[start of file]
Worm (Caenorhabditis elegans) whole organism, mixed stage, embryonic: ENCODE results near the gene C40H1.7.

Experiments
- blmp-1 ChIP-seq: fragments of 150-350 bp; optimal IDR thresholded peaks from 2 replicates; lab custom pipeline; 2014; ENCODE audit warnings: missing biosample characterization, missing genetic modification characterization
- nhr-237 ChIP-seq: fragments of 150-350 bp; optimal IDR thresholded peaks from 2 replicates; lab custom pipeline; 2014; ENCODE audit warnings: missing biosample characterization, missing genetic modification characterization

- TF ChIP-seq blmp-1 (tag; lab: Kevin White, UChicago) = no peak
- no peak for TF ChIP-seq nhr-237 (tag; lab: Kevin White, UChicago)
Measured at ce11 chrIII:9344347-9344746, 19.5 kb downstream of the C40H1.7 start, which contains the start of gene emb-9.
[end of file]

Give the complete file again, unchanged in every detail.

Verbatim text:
Worm (Caenorhabditis elegans) whole organism, mixed stage, embryonic: ENCODE results near the gene C40H1.7.

Experiments
- blmp-1 ChIP-seq: fragments of 150-350 bp; optimal IDR thresholded peaks from 2 replicates; lab custom pipeline; 2014; ENCODE audit warnings: missing biosample characterization, missing genetic modification characterization
- nhr-237 ChIP-seq: fragments of 150-350 bp; optimal IDR thresholded peaks from 2 replicates; lab custom pipeline; 2014; ENCODE audit warnings: missing biosample characterization, missing genetic modification characterization

- TF ChIP-seq blmp-1 (tag; lab: Kevin White, UChicago) = no peak
- no peak for TF ChIP-seq nhr-237 (tag; lab: Kevin White, UChicago)
Measured at ce11 chrIII:9344347-9344746, 19.5 kb downstream of the C40H1.7 start, which contains the start of gene emb-9.